Former Toronto Star intern sparks newspaper war in Squamish, B.C

Gagandeep Ghuman, founder of The Squamish Reporter, at the Canadian Association of Journalists conference in Ottawa, May 2011

His family in India wanted Gagandeep Ghuman to be an engineer or a diplomat. But armed with a journalism degree from Toronto, a masters in English from India, and several years writing at the Toronto Star, the Guelph Mercury, freelancing in Vancouver, and working for the Squamish Chief newspaper in B.C, the young entrepreneur is taking on his former employer in his adopted West Coast community with his own weekly paper, The Squamish Reporter.

Ghuman was at my table Saturday night at the Canadian Association of Journalists annual conference in Ottawa. He had been nominated for one of the top investigative journalism awards. His story about the controversial state of Squamish's fire department after six homes burned down earned him a spot on the shortlist for the award. Read it here:

He didn't win, but he says his aim was to gain some buzz about his paper among the CAJ members and panelists.

Because money is tight, and advertisers and the district give most of their dollars to the Chief, which has been around for two decades, Ghuman says he spends two days a week driving a cab to help defray expenses of putting out his weekly, and maintaining his online site.  Come to think of it, driving a cab is probably a great way to get story ideas! 

Ghuman probably isn't all that popular these days in the newsroom of the district's rival paper. In 2009, he worked as a reporter at the Squamish Chief, before going freelance. Now his own paper is coming out and competing with the Chief every Friday in the community of 15,000 people, an hour north of Vancouver on the Sea-to-Sky highway. He emails each new edition every Friday to 1,800 people.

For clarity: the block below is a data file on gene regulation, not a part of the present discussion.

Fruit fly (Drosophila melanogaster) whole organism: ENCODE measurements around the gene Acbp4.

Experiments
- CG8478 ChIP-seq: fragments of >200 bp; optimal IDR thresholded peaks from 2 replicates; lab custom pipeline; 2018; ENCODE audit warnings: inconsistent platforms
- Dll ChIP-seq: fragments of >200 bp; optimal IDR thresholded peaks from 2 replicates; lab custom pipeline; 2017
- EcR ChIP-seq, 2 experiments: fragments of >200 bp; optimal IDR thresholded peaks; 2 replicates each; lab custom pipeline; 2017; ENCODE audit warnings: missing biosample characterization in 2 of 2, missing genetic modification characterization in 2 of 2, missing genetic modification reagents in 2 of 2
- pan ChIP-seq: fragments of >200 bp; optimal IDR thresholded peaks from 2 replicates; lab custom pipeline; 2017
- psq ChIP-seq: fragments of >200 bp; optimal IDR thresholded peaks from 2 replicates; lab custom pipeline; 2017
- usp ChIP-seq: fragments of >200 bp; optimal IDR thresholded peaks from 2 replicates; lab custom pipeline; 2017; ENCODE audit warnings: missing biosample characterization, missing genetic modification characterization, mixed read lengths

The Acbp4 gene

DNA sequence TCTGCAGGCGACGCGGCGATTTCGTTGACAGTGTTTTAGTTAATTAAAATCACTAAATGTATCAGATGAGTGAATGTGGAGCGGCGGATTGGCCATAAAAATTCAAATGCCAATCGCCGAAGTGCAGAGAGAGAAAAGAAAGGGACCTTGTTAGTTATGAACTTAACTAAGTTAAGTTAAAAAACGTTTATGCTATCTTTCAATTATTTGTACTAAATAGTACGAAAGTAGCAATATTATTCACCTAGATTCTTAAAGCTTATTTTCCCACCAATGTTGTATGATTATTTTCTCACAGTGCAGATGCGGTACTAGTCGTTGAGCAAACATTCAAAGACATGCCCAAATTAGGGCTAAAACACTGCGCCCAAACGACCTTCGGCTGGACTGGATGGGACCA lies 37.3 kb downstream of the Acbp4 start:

He's planning to revamp the website, and is thinking about adding an online donation box, to help cover costs. And he's musing about enticing an intern to come work there, with the offer of groceries and a place to stay. He's also assembling an editorial board that includes a BBC reporter, and journalism professors and academics (full dislosure: not me.)

One sign that Ghuman is becoming a respected member of the media in Squamish? He was recently featured as a panelist --along with folks from the Chief and from the Garibaldi Times, another local news site that seems to have stopped updating its website -  at Quest University's May 8, 2011 philosopher's cafe on the topic of civility and censorship in the blogosphere. 

Censorship is something Ghuman knows a lot about, now.  His September 2010 story about the Squamish Fire department prompted the threat of a lawsuit from the town's chief administrative officer if he didn't retract his story and tell them who the whistleblower was who leaked the internal document about the fire department.  He didn't back down. Read his reply here.

The story has made an impact on Squamish. It prompted the municipality to make major changes in order to make the community safer, with more appropriate levels of fire protection. See story here.

I say: good for you, Gagandeep, and good luck to you.  Most journalism students prefer to stay close to home, for financial reasons, as well as family and personal reasons. We professors and news industry veterans always suggest that journalism students go to a smaller news outlet in a small community for their first jobs, where they can learn about a new part of Canada, cover issues they haven't faced before, learn about themselves, and build a portfolio. Be a big fish in a small pond. And become more experienced and make mistakes far away from the hiring managers in Toronto, if that's where they want to end up, eventually. 

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